When I first smelled this it made me smile, because it reminded me of a particular shampoo I knew from my childhood, called Vosene (it may be still around) - I think it was made from coaltar, or at least smelled like it. This scent specifically reminds me not just of the shampoo, but of the smell of hair being washed in that shampoo.
So that's my personal memory. As far as the notes are concerned, I get pine, a strong animalic note (like the one in Chanel Antaeus), and a strong resinous, smoky, medicinal, herbal quality, also with a slight sweetness that comes through later in the dry down, a bit like the strong, bitter, dark, herbal liqueurs popular in Germany and Austria drunk after meals.
It's certainly not a shrinking violet. Yatagan is in your face, masculine, "love it or hate it". In my albeit limited experience, I've never smelled anything quite like it.
I love it. It has the presence of manly greats like Polo, Kouros, Antaeus, Quorum and won't necessarily get compliments from the masses, I imagine, but who cares.
Sillage and longevity both moderate to strong. Sales price very reasonable.
This has to be the most erotic, narcissistic (in the best way possible--I can't stop smelling my wrist) men's fragrance ever. I'd thought Bvlgari Black held that title--now, I realize it's a mere babe in the woods compared to this irresistible beast.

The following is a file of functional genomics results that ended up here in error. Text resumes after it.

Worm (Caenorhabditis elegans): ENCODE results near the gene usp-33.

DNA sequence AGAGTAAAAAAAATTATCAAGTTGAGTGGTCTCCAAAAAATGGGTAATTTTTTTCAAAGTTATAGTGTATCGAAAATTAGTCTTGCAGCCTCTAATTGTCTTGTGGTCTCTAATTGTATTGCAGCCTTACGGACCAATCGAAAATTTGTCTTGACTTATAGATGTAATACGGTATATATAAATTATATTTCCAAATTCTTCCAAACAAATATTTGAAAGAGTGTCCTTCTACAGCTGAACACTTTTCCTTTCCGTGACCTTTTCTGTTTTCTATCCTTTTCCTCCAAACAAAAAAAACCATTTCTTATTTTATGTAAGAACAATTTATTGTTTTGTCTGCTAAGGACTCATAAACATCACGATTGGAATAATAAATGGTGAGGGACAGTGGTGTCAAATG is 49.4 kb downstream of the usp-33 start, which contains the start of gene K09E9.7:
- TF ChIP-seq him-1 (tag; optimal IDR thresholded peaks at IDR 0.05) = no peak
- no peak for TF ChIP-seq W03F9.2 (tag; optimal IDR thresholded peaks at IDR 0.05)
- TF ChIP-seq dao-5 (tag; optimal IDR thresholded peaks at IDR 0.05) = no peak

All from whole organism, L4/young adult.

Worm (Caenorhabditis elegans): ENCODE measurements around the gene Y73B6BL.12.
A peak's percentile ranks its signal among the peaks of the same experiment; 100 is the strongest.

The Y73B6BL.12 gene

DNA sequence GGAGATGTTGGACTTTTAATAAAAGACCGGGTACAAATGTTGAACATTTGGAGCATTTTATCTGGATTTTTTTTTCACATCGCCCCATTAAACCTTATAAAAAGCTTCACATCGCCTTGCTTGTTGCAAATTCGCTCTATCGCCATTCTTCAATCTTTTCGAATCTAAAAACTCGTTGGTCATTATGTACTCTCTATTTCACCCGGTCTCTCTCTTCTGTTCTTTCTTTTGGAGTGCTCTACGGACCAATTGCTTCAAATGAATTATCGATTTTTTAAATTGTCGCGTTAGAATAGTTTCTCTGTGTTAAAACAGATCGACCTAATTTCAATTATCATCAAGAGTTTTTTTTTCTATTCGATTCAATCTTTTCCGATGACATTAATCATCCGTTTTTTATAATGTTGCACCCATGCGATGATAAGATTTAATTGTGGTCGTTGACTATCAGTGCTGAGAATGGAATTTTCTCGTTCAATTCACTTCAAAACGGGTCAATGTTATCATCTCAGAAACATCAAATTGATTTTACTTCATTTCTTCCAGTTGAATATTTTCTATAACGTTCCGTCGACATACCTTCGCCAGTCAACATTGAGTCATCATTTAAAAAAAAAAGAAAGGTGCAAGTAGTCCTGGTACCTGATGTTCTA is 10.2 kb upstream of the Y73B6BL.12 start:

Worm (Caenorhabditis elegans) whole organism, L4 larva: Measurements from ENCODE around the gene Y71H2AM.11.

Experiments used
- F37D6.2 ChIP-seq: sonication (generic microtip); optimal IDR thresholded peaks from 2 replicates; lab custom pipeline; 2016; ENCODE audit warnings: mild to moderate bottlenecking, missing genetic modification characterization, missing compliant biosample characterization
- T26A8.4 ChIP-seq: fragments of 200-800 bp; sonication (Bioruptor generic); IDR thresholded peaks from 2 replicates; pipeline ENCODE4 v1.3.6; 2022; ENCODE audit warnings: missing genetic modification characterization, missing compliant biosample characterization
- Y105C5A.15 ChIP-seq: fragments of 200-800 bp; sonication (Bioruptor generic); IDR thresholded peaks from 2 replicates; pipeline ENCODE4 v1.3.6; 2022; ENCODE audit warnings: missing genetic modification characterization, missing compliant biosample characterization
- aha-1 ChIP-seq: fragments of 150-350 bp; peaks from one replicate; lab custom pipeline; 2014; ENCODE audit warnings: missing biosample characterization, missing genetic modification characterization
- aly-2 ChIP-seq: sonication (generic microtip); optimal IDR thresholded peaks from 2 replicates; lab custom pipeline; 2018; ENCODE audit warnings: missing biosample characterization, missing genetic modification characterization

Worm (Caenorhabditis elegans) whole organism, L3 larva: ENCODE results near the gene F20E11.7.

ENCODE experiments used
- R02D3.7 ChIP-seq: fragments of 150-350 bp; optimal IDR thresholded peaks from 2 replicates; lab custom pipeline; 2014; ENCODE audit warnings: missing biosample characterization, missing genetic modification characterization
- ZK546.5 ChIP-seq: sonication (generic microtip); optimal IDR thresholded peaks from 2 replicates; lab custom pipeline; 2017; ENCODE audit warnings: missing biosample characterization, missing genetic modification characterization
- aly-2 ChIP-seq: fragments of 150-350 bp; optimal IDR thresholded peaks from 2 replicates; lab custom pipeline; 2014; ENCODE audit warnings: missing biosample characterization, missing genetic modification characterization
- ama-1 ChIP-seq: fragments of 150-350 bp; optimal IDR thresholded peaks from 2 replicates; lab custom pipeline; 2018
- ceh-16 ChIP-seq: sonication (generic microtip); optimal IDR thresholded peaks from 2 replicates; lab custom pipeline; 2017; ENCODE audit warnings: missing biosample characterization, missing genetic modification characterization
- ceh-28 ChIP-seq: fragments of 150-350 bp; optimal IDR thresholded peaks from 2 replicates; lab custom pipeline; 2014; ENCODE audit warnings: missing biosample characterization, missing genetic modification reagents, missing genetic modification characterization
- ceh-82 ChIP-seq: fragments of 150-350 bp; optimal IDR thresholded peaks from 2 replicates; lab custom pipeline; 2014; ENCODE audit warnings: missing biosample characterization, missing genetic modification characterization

Among the best 5 frags I've used and owned for the past 30+ years. Luckily still available in Middle East or the odd discount stores in Toronto or Dubai, besides EBay. I still own 2 unopened bottles of the original burgundy & white packaging.
Be warned this is a power punch, delivered without compromise or soft gloves and if you're lucky to have the skin chemistry that goes with it, you'll get hooked forever. Kudos to the perfumer (whose last name matches my first ;-) who could come up with this gem back in the 70's. But then the 70's were the last time we were creative.
Don't know about the celery scent, but the powerful, heavy resin top tone, with humid earth-dry leaves undertones and the bitter wormwood base is something I have been looking for all my life. Goes well with my taste for burning frankincense and other oriental mixtures.
Highly recommended, both for price and intoxicating uniqueness. A keeper for life so stock up.
This is Warpaint. Men use this in Battle to terrorize the enemy and win the hearts of the women.
At least that was the vision evoked. We were teenage, full of the big "T". This was our armour.
Rites of Passage.
Brutal and Necessary!
100% Uncompromising !
I guess thats the right word to sum up what Yatagan represents and it is difficult to put it into any specific category.
When applied (carefully please) it starts off with artemisia and wormwood combined with petitgrain and geranium, a quite different combination lacking any sweetness.
I don't get the animalic facet here, neither the often commented cellery note, but rather a scent resulting of a combination of nature in fall, combined with humid earth. Yatagan is like dry leaves, coniferous expanses, a warm gust through evergreens after a rainy day, very calming and conforting.
It's a bit sharp in the opening, yes, and it's a very bold statement compared to popular men's fragrances, but it's not a rude statement. And that's a big difference.
Pine, yes. Geranium, yes. Artemisia must be that bitter slap in the opening. And there are midle notes coming in and fading out like Vetiver, Patchouli, Castoreum and some Styrax. Overall, it's dark green, bitterly comforting, evocative, and, I'm starting to think, quite addictive.
However: Don't blind buy this one, as it is really very, very different, in a very positive way, though. You love it or you hate it and it's probably one of the most polarizing combination of scents I have met up to now.